An explosion rocked a Greek-operated tanker docked at Saudi Arabia's Red Sea port of Shuqaiq Wednesday, Greek officials said, in an attack that a Riyadh-led military coalition blamed on Yemeni rebels.
The owners of the Maltese-flagged tanker Agrari tanker said it was "attacked by an unknown source" while it was preparing to depart from Shuqaiq, but no injuries were reported.
"The Agrari was struck about one meter above the waterline and has suffered a breach," said TMS Tankers, the vessel's Greece-based owner.
"It has been confirmed that the crew are safe and there have been no injuries. No pollution has been reported."
An investigation was underway after Saudi authorities, including the coast guard, boarded the stricken vessel, it added.
There were 25 crew members on board, including seven Greeks, according to an official at Greece's merchant marine ministry.
"The explosion happened around 0300 local time (0000 GMT), but the causes have not yet been identified," the ministry official said.
The tanker was carrying no cargo when the blast occurred, the ministry added.
The Saudi-led military coalition confirmed that a commercial vessel suffered minor damage in the Red Sea on Wednesday.
But without naming the vessel, it said the incident occurred when an explosives-laden boat launched by Yemen's Houthi rebels was intercepted and destroyed.
The commercial vessel was damaged by shrapnel from the "booby-trapped boat," the coalition was quoted as saying by the Saudi state-run Al-Ekhbariya television.
"The hostile acts of the Houthi militia threaten shipping lanes and global trade," the coalition said, without offering details.
There was no immediate reaction from the Houthis.
But the incident comes as the Iran-backed rebels step up attacks on neighboring Saudi Arabia in retaliation for a five-year military campaign led by the kingdom in Yemen.
Dryad Global, a London-based maritime intelligence firm, said that unnamed sources within the coalition indicated the blast was the "result of a Houthi-launched water-borne improvised explosive device (WBIED)."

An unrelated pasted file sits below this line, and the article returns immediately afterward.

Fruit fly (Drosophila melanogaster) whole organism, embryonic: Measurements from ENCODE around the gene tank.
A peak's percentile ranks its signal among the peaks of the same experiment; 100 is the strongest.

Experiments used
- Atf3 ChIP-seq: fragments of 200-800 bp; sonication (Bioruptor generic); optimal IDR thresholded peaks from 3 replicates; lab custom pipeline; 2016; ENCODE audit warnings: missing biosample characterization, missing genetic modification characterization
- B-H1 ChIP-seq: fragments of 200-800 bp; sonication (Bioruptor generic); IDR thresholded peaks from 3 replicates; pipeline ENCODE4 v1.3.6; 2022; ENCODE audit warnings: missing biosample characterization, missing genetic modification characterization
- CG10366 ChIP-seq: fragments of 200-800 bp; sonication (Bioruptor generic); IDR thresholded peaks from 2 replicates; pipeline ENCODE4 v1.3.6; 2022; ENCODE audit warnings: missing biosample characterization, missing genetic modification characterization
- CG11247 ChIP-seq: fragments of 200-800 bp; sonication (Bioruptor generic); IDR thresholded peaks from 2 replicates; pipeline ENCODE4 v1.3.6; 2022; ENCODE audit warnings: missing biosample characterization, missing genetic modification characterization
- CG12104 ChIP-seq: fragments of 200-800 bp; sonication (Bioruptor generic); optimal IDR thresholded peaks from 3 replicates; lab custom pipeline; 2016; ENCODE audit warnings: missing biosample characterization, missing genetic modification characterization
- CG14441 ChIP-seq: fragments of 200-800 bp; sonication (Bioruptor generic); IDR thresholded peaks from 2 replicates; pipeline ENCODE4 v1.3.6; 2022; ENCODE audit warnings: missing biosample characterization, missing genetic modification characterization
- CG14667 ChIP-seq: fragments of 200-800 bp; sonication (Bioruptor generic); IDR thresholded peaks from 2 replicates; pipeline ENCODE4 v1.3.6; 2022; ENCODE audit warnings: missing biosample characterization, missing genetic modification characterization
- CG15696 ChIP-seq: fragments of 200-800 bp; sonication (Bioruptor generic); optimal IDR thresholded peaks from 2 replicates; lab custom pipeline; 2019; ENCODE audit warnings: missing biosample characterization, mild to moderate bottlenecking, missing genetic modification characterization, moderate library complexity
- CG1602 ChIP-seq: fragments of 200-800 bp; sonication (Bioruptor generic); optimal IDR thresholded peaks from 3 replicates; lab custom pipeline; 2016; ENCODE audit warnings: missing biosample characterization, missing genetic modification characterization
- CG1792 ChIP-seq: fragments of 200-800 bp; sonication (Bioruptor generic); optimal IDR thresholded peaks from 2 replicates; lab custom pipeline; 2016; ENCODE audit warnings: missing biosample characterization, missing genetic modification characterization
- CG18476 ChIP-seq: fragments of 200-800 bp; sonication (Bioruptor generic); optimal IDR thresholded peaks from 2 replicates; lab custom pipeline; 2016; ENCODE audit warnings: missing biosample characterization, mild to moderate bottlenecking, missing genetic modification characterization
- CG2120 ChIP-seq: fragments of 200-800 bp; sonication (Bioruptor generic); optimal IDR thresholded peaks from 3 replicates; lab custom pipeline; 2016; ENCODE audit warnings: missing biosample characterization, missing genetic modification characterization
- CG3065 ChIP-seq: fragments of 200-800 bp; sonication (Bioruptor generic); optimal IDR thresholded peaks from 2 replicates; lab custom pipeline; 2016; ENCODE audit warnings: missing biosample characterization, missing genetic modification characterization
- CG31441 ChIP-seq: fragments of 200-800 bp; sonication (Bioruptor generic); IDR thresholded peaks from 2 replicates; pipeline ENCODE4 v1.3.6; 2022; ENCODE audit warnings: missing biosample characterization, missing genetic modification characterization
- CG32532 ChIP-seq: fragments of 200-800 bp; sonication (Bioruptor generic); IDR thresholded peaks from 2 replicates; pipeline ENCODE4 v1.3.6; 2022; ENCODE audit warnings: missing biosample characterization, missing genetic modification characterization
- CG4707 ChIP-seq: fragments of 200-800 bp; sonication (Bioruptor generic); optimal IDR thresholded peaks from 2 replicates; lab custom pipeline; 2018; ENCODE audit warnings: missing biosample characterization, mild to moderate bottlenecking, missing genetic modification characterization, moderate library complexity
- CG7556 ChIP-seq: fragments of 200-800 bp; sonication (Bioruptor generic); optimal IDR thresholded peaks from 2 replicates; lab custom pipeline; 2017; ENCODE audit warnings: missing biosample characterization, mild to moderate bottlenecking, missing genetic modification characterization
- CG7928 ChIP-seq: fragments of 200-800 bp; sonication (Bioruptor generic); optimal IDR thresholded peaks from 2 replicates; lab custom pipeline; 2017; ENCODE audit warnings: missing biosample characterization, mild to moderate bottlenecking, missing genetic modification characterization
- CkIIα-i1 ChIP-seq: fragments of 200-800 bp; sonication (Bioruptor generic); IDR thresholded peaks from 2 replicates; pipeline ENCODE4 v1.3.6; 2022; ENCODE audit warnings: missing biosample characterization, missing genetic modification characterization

"Vessels transiting the Red Sea area are reminded that regional conflicts exist whereby there is a realistic possibility that vessels of Saudi flag and those calling at southern Saudi ports are at moderate risk," Dryad Global said in a report.
The incident occurred two days after Houthi rebels said they struck a plant operated by energy giant Saudi Aramco in the western city of Jeddah with a Quds-2 missile.
The strike, which underscores the vulnerability of Saudi Arabia's infrastructure as the Yemen conflict rages on, tore a hole in the roof of an oil tank, triggering an explosion and fire.
The attack on Jeddah, which lies some 600 kilometers (370 miles) from the Yemen frontier, is an indication of the rebels' advancing arsenal.
Saudi Arabia has repeatedly accused Iran of supplying sophisticated weapons to the Houthis, a charge Tehran denies.
Saudi Arabia is stuck in a military quagmire in Yemen, which has been locked in conflict since Houthi rebels took control of the capital Sanaa in 2014 and went on to seize much of the north.
The Saudi-led coalition intervened the following year to support the internationally recognized government, but the conflict has shown no signs of abating.
Despite its superior firepower and an investment worth billions of dollars in military hardware, the coalition has struggled to oust the rebels from their northern strongholds, including Sanaa.
Tens of thousands of people, mostly civilians, have been killed and millions displaced in what the United Nations has called the world's worst humanitarian disaster.